As global population rises and finite resources dwindle, farmers need new, more sustainable ways to control pests. Now, ecologists have found a safe, sustainable and cost-effective new pest control. But rather than a high-tech compound or genetic technology, it’s a tiny, low-tech organism: the ant.
Published today in the British Ecological Society‘s Journal of Applied Ecology, a review of more than 70 scientific studies provides evidence that on many crops from cocoa and citrus to palm oil and cedar, ants can control pests as efficiently – and more cheaply than – chemicals.
The review was conducted by Aarhus University‘s Dr Joachim Offenberg, an ecologist who has studied ants for almost 20 years. It includes studies of more than 50 pest species on nine crops across eight countries in Africa, south-east Asia and Australia.
Ants live on every continent except Antarctica and are the world’s most successful group of terrestrial animals. Although tiny in size compared with humans, their numbers are vast; some estimates suggest the mass of all ants on Earth is similar to that of humans.
Scientists have started applying lessons from how ants operate to the corporate world. The result: fewer meetings, more time working, and tasks completed much more quickly.
Ants may free us from that scourge of modern society: the meeting (and maybe even the overbearing boss).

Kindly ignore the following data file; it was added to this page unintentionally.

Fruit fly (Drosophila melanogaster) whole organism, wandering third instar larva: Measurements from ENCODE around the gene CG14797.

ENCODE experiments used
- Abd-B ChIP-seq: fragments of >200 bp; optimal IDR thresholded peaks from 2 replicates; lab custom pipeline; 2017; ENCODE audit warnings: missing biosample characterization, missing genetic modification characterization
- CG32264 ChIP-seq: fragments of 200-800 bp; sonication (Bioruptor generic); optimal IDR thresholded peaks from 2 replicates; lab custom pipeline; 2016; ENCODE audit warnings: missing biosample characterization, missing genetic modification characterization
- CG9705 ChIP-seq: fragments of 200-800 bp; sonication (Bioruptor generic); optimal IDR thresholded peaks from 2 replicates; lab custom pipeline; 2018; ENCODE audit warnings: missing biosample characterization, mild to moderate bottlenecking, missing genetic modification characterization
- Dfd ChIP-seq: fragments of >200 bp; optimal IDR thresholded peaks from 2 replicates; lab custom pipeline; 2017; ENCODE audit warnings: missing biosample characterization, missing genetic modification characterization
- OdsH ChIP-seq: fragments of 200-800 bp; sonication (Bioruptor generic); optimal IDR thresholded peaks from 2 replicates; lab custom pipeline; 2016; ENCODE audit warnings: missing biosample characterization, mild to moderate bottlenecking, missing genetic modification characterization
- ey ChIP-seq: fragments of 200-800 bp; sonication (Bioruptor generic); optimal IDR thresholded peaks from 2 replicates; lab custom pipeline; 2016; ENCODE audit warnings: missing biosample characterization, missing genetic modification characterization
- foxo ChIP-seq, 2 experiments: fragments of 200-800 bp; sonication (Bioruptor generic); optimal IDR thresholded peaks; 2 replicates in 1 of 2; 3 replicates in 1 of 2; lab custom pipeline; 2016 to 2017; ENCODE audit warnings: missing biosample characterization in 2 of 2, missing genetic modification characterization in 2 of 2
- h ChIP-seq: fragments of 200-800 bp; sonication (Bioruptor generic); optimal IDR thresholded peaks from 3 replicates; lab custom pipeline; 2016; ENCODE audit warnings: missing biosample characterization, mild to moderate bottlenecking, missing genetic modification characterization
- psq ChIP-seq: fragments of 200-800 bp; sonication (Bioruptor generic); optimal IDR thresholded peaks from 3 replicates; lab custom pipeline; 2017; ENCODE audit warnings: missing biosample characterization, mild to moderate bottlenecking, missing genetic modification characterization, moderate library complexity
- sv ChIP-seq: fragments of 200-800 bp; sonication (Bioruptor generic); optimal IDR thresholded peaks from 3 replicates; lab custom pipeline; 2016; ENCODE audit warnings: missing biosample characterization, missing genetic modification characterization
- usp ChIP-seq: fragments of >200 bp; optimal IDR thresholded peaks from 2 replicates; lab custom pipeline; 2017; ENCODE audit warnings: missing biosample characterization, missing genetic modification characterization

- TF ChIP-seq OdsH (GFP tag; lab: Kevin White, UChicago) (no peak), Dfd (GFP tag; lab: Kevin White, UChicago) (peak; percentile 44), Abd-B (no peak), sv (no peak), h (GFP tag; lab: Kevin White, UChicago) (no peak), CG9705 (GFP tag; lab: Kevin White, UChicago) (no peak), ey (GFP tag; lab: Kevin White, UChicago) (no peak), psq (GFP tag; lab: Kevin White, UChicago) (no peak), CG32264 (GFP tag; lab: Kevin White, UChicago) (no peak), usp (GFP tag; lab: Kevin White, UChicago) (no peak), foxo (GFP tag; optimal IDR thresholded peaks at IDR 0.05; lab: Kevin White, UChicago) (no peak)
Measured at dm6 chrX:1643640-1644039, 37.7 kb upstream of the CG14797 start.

If that sounds like a bit of an exaggeration, know that scientists are serious about recruiting ants to improve human collaboration. Ants pull off remarkable feats of collective cognition and action with no one (not even the queen) running the show. Despite possessing tiny brains, the world’s roughly 11,000 species of ants regularly construct massive colonies, share food, repel intruders, and formulate efficient foraging strategies without the help of a single memo or meeting.
The secret is uncoordinated decision making. Ants perceive and react to the world through the lens of the colonies’ thousands (or millions) of tiny interactions, rather than a single agent’s directions. This collective intelligence is far more efficient and effective than any individual. In a way, ant colonies act as an enormous brain: Each individual is analagous to a neuron in the human brain. Intelligence is embedded in the interaction of the many parts.
Ant algorithms (PDF) are already a thriving industry in computer science, artificial intelligence, and robotics. But human groups tackling complex problems also face dilemmas similar to ants: how to make efficient, accurate decisions among many compatriots. So scientists at Wayne State University drafted ant-inspired algorithms to find the optimal balance between the time spent on planning and execution when moving a product from concept to market. Kai Yang, a professor of industrial and systems engineering at Wayne State, used mathematical models of ant behavior–“non-discrete ant colony optimization” in the scientific lingo–to model the creation of a mobile phone product on time with the highest levels of quality.
“You need to find the sweet spot of ‘right amount of communication, at right time,’ and ‘good quality’ to make the whole work together seamlessly,” says Yang by email. Corporate teams waste significant time coordinating among different groups and specialities. Managers must always decide (usually sub-optimally) on the tradeoff between time spent in meetings (potentially wasting time) and building something (potentially locking in mistakes). Yang and his team applied how information is transferred among ants using long-term pheromone trails (chemical messages) to disparate project teams. The goal: to minimize the hypothetical product development cycle time at the lowest possible cost.